Obama's religious supporters jumping ship?

If they’re becoming disappointed in Obama, perhaps it’s not the president’s fault. Maybe they just chose…unwisely.

His State of the Union address last week was not corrective: more pedantic than inspirational. Health care, centrist clerics say, would have been better if framed strongly from the outset as an issue of social justice. The economy, they continue, is also a values crisis, a failure on the part of the banks and government to respect our collective inter-dependence. “Not my problem” is exactly the mindset that Matthew 25 warns against. “I am my brother’s keeper, my sister’s keeper,” Obama would say on the campaign trail.

I reached Jim Wallis, the progressive evangelical leader whose new book is called Rediscovering Values, as he was leaving for Davos. Wallis has been close to the president, advising him early on about whether to run and exchanging e-mails with him amid the Jeremiah Wright turmoil. “We need a leader,” Wallis told me, “to call not for incremental change but transformational politics. The president could do that. I think he still has it in him, but the American people don’t perceive it.”

Other faith leaders are more pointed. Obery Hendricks, author of The Politics of Jesus, used to dial in to regular conference calls between the administration and prominent clergy, but recently he’s stopped, citing frustration and fatigue. “Is he listening [to religious leaders]? Frankly, I don’t know. They have the influence of window dressing.” The White House, he adds, is “patronizing and condescending,” especially to black clergy. “Many of the ministers feel that way.”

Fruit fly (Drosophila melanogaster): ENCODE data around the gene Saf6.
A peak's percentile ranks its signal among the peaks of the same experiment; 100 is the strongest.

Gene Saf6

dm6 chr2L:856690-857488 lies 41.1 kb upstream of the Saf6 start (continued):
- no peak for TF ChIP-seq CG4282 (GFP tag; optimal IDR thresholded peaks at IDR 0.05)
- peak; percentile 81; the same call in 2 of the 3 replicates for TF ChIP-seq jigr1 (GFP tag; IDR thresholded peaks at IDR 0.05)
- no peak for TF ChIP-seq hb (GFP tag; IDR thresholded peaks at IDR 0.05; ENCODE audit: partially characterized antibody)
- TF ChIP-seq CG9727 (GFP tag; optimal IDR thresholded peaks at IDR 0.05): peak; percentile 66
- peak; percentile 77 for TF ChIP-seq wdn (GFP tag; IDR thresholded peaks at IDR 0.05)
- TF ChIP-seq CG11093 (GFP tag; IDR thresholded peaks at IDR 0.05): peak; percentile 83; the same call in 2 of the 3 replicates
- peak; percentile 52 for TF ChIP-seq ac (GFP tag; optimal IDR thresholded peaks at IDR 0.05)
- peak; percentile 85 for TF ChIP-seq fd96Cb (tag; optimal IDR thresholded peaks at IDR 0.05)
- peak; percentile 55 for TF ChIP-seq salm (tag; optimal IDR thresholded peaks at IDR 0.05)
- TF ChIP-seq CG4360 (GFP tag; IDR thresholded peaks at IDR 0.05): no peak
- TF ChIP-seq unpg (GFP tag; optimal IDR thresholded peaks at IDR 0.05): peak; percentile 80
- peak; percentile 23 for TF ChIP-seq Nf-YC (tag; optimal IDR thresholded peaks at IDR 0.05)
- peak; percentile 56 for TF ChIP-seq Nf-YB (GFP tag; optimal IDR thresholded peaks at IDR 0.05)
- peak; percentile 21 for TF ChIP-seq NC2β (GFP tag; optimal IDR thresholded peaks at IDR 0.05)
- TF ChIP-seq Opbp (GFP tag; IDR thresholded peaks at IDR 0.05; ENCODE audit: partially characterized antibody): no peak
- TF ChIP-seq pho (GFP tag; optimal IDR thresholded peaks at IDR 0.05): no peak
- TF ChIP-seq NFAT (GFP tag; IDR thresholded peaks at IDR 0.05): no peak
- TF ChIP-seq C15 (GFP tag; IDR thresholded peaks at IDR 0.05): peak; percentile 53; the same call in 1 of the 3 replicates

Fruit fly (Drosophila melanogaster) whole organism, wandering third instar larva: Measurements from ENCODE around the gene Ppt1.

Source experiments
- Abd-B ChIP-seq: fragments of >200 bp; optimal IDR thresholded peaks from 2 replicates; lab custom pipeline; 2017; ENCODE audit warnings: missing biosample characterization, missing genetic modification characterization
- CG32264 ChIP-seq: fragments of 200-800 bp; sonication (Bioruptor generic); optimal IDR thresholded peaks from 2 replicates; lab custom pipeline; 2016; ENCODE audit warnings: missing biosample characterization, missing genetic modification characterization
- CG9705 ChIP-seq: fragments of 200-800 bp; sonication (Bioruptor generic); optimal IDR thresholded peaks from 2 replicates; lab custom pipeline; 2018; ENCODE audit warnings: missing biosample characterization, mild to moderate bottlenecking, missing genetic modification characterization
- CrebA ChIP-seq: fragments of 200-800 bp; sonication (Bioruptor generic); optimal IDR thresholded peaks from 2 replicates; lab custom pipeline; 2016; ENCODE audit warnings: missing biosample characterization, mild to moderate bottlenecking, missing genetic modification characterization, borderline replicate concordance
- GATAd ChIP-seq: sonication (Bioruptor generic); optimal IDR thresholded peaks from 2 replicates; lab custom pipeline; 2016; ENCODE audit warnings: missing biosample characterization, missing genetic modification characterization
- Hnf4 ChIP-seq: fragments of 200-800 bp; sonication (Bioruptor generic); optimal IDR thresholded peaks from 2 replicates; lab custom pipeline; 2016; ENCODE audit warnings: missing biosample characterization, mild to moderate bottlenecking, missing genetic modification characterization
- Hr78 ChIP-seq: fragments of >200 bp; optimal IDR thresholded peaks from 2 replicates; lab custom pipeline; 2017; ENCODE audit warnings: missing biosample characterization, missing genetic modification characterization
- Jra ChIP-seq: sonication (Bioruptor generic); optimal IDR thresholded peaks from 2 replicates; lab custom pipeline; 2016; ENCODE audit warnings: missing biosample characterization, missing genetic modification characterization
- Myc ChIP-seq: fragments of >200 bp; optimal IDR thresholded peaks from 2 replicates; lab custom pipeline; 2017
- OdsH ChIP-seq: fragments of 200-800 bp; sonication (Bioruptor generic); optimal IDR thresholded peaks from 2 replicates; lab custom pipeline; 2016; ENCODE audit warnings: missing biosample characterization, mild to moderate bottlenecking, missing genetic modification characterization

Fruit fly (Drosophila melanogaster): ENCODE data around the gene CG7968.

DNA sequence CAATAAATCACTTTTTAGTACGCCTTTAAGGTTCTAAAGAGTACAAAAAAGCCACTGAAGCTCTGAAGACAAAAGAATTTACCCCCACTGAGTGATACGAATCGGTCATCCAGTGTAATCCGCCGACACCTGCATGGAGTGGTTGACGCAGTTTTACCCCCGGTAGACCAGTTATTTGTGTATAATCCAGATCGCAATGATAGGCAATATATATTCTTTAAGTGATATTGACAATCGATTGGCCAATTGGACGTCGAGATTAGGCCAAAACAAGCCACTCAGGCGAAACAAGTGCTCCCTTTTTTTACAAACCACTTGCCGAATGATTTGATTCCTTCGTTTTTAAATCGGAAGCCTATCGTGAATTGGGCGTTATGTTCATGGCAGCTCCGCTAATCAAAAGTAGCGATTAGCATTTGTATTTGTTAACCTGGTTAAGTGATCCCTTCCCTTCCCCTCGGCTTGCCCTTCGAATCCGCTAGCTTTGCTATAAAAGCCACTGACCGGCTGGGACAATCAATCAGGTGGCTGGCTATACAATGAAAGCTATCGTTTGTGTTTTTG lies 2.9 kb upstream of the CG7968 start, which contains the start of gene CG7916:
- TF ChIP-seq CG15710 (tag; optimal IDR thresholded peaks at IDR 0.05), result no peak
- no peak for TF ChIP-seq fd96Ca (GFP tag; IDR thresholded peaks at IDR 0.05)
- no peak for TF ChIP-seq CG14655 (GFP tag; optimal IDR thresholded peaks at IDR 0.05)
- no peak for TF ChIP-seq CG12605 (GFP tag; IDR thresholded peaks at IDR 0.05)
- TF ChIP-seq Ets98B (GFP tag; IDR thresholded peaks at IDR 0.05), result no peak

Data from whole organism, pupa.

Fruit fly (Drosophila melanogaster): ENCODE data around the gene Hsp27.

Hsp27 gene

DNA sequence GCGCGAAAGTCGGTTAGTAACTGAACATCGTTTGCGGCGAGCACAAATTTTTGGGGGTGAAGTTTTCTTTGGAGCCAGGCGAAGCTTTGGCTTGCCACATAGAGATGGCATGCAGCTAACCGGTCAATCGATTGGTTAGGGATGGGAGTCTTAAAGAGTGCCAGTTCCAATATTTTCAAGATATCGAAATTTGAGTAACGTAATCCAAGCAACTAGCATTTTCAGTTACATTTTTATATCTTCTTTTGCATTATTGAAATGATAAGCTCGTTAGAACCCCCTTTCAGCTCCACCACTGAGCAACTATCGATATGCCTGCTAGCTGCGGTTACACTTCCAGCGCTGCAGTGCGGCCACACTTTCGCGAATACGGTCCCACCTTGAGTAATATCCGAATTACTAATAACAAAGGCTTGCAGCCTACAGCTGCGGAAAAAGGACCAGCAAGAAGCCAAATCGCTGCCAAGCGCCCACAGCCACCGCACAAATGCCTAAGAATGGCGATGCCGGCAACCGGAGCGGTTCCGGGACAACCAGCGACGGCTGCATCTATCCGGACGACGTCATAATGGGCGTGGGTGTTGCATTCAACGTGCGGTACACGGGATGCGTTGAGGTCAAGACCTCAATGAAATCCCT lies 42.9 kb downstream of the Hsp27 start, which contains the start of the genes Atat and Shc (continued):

Obama likes the “brother’s keeper” language so much that he used it last year to sell healthcare reform to the same religious leaders that are now starting to distance themselves. During the campaign, I alternated between amusement and horror at how impressed some Christians were with Obama’s use of that biblical phrase, considering its original use in scripture.

Obama’s call to social justice comes from Genesis 4:8-10. That passage describes how, in a fit of jealously, Cain murdered his brother Abel. Later, God asks Cain where his brother is, and Cain’s answer is a dismissive “I do not know; am I my brother’s keeper?” Basically, Obama is using a flippant remark by the first murderer to sell his health care plan to religious leaders. Maybe Sarah Palin was on to something, huh?

It seems to me that religious leaders aren’t moving away from Obama because they’re disappointed with his actions as president, but because they are tired of being used by a man who is no longer interested in their input.